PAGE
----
2016 Seattle Mariners Spring Preview: The Outfield
Wednesday, February 10, 2016
In this, the third installment in a series profiling the Mariners’ various position groups, I’ll be focusing on the outfield. In the first two pieces I wrote about the rotation and the infielders. Follow the links to catch up.
This is where the team gets interesting… which in this case is a synonym for worrisome. While the rotation and infield group have the potential to be strengths for the team and don’t hold as many question marks going into the spring, the Mariners’ outfield is full of question marks. The way I see the roster shaking out, the Mariners will start the regular season with five outfielders on the 25-man roster, one of which will be your starting designated hitter roughly half the time. Before we talk about what the outfield looks like, here are the players I see as contenders to make the team.
I have nothing against Stefen Romero, but he represents the dying remains of Jack Zduriencik’s minor league system. He is one of many young infielders who were converted to outfielders over the last few years. A move that saw the decline or never-fulfilled potential in players such as Dustin Ackley, Brad Miller, Nick Franklin, and the team even messed around with putting Ketel Marte in center field last year. Romero has always been a solid AAA bat, but over 200 at-bats in the majors in 2014 and 2015, he put up an abysmal .241 on-base percentage. He has looked like everything Jerry Dipoto and Scott Servais are getting away from. I don’t see him making this team.
Boog Powell, along with Nathan Karns and reliever C.J. Riefenhauser, was acquired from the Tampa Bay Rays during the offseason as part of a package that saw crowd favorites, Brad Miller, Logan Morrison and Danny Farquhar leave town. As interesting as his name and the story behind it are, what's really interesting about Boog are his tools. Powell has yet to see any big-league action, but in just over 1000 minor league at-bats, he’s slashed .308/.401./.387 while stealing 53 bases and walking 163 times. He plays good defense at all three outfield positions and he’s 23 years old. If you’re looking for a guy who can get on base, create havoc with speed and play defense, Boog is your dude. That being said, there’s good reason to think he won’t be with the team when they break camp. But I’d bet on him making his Mariners debut sometime this summer. He’s one of the players I’m most looking forward to seeing play in spring training.
Shawn O’Malley was a blast to watch down the stretch last season. He was a September call-up and flashed a good glove while slapping the ball around and walking enough to end the year with a .418 on-base percentage, which I think at this point can be looked at as a strong indicator for players the new front office regime might covet.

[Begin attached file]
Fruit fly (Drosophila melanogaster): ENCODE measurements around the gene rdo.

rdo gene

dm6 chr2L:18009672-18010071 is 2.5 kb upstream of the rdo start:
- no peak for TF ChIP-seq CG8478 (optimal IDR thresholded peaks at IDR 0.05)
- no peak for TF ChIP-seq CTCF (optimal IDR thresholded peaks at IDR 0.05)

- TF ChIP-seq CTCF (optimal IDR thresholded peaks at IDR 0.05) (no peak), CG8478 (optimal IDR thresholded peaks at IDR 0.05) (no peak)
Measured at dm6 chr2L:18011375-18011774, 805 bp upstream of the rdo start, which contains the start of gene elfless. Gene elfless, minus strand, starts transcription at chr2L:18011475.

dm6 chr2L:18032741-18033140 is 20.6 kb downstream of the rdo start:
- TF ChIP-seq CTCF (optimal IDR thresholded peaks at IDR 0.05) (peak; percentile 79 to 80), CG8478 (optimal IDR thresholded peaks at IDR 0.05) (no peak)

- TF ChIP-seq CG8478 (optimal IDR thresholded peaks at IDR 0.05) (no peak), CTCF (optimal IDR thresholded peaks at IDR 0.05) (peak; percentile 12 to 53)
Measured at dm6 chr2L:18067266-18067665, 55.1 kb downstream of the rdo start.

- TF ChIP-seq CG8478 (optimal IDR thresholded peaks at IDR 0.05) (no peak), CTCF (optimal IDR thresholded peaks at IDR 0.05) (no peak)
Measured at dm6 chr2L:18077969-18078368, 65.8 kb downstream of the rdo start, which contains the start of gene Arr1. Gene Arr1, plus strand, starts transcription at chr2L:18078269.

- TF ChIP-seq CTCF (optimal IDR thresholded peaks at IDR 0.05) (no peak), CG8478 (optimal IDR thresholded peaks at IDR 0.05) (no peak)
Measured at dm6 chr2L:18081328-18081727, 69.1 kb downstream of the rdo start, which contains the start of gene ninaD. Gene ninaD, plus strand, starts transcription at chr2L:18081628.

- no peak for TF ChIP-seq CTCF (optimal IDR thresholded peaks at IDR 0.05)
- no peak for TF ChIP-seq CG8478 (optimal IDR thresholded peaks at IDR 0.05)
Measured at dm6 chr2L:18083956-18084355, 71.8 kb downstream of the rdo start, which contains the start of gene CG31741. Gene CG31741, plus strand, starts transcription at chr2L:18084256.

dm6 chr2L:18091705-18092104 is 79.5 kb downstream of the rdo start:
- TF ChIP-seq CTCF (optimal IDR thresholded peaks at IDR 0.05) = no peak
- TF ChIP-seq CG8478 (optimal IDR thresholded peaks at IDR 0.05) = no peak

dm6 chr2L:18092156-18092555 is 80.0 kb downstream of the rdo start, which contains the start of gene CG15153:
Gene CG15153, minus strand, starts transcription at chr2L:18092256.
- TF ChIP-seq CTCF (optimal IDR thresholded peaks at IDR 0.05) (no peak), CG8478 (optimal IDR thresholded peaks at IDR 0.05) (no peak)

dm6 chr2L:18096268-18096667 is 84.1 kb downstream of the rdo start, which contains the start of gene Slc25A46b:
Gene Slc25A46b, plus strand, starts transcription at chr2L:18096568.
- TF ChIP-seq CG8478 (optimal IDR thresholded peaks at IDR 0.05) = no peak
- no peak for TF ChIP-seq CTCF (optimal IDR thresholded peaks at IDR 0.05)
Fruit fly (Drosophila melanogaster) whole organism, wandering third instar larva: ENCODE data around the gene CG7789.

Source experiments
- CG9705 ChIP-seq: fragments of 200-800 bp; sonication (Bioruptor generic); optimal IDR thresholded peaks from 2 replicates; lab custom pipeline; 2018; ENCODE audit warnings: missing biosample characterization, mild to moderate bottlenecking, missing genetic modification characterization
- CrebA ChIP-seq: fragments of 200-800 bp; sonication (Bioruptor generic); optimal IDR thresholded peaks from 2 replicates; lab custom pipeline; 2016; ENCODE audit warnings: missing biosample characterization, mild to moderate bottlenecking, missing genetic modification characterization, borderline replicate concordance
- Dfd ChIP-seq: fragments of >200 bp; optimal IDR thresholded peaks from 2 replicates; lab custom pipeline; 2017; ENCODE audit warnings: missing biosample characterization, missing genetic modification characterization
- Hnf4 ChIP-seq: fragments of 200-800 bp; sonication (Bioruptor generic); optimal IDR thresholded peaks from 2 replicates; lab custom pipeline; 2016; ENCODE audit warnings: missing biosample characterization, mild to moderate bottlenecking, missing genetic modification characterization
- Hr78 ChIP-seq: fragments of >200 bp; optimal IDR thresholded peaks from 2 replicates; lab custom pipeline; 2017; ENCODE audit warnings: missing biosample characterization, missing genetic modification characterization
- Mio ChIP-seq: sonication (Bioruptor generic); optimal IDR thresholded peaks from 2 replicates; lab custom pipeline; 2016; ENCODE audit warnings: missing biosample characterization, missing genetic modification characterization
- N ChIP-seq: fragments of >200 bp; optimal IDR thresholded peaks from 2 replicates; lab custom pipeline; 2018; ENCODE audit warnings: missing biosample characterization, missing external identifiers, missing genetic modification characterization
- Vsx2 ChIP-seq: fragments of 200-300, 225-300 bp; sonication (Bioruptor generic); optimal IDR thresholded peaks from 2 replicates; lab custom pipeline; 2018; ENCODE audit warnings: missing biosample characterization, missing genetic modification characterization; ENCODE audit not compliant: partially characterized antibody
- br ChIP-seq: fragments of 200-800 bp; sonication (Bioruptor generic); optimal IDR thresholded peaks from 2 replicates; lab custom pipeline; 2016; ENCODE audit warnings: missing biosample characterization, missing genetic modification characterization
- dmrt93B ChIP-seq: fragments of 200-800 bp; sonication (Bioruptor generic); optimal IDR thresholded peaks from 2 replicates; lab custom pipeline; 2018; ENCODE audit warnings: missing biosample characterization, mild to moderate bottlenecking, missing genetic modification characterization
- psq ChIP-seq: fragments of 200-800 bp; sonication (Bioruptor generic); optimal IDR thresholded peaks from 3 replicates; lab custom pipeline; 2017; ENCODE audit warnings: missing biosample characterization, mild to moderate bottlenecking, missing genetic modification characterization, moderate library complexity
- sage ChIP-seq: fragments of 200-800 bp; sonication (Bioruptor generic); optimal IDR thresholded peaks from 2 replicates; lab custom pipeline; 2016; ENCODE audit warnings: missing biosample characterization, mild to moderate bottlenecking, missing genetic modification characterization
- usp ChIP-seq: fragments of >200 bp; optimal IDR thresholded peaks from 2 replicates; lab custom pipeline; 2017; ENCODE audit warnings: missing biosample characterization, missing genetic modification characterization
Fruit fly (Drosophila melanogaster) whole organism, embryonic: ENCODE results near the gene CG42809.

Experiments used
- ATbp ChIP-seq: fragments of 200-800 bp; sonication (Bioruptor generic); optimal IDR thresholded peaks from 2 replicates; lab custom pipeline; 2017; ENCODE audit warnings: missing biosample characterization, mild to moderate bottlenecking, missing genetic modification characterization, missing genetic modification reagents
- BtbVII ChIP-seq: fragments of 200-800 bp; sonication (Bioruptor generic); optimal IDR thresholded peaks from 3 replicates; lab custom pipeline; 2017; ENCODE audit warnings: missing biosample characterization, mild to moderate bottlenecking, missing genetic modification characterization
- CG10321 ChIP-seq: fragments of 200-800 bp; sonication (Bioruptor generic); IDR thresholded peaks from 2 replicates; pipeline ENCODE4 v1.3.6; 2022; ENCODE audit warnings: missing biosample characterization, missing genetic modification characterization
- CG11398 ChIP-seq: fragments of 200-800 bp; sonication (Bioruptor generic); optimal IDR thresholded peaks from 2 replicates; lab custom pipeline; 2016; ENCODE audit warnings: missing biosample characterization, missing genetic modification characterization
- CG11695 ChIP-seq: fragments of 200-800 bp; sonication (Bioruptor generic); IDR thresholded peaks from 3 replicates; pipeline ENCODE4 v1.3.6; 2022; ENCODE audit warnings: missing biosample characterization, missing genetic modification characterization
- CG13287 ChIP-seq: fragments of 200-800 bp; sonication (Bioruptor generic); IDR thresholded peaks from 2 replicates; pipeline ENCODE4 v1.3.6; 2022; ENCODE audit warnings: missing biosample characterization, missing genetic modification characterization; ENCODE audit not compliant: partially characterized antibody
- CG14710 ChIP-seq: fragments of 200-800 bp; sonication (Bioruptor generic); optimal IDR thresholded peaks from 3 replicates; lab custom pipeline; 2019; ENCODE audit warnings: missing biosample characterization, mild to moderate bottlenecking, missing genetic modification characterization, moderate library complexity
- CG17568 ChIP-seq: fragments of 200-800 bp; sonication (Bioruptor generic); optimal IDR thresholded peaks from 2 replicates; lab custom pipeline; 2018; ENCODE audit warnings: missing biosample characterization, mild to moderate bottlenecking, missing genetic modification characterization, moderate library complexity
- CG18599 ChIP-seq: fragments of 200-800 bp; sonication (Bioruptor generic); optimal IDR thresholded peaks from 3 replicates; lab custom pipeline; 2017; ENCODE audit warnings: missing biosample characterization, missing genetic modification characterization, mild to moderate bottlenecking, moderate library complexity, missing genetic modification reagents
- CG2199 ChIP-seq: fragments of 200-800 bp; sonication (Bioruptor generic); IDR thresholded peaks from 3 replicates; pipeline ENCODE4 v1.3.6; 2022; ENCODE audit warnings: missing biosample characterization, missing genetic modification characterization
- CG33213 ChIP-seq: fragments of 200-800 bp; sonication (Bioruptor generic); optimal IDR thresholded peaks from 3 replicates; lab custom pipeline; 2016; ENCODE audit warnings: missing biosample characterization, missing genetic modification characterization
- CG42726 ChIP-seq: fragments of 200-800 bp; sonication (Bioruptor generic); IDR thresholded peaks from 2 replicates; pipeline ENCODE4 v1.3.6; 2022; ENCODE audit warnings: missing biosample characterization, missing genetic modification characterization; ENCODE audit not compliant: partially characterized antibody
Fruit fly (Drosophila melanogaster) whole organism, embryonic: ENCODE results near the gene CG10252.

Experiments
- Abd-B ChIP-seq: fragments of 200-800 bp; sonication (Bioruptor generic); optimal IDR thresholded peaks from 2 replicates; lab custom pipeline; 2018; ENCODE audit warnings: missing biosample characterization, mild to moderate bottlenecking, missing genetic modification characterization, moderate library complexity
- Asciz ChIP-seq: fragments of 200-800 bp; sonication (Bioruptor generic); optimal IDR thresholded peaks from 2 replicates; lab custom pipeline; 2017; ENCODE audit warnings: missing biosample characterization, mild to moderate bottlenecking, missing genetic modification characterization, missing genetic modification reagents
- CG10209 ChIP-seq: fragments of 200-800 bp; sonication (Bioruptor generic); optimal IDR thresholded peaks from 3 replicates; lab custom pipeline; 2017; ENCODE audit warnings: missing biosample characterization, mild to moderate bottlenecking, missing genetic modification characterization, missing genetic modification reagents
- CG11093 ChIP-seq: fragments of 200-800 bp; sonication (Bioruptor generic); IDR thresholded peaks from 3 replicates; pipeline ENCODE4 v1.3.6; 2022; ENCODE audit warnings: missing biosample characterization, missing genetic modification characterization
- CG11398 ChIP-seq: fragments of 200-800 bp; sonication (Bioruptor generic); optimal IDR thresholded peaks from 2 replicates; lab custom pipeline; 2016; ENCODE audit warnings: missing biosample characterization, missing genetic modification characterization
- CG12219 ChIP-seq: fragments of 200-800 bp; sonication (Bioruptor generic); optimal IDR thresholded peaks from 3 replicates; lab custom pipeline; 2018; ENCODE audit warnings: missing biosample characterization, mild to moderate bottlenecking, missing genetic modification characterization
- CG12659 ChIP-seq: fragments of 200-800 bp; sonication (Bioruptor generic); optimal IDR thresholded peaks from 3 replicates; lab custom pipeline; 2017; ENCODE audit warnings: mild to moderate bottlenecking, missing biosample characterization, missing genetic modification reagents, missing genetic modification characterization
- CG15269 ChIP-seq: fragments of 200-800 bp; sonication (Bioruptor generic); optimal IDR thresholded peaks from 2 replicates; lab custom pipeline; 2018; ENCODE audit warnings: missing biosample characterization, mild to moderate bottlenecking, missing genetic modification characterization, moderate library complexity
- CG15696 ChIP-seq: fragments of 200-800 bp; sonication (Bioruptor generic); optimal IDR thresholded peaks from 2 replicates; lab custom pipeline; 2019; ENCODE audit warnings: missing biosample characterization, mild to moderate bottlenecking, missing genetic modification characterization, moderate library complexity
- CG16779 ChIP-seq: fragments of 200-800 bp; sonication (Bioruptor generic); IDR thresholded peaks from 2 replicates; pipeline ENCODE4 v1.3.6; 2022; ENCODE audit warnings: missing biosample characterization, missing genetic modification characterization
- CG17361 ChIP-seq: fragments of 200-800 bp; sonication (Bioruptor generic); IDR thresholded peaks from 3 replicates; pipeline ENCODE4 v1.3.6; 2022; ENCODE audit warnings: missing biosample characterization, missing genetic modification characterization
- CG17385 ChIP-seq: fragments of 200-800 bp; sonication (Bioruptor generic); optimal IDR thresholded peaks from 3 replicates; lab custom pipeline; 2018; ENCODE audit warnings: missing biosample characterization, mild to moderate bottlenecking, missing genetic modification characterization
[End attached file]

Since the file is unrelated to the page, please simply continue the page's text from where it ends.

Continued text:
O’Malley didn’t show much pop, but showed enough hustle and talent to be on the radar going into spring. Much like Boog, Shawn O’Malley is a long shot to make the team this spring. If the team does end up going with five outfielders, the competition for that fifth outfield spot will be stiff. What could give O’Malley the edge is his ability to play not only all three outfield positions, but to play shortstop as well. If he outperforms Chris Taylor and Luis Sardinas, he could win the back-up infielder job and serve as a utility guy.
That gets us through the guys who are least likely to break camp with the Mariners, and leaves us with what has the makings of a very good outfield.
Who Makes the Cut?
Jerry Dipoto spent was remarkably active in his first offseason with the Mariners and the starting outfield will have a very different this April. Two additions that were surely brought in to start are Leonys Martin and Nori Aoki.
Martin was picked up in a trade with Texas. The Mariners arguably got a good deal because Martin didn’t seem to have a place with Texas. The young outfielder is billed as a plus defender, but anyone who’s watched him play enough can tell you that he has gold glove potential with one of the best arms you’ll see in center field. He’s shown, in large enough sample size, that he’s able to get on base at a .320 clip. And when he does get on base, he runs. He’s got 30 to 40 steal capability and is young and under contract control. If Martin lives up to his potential, he could be the Mariners’ starting centerfielder for years to come. Either way, I’m betting he’ll be the starter there when the regular season starts.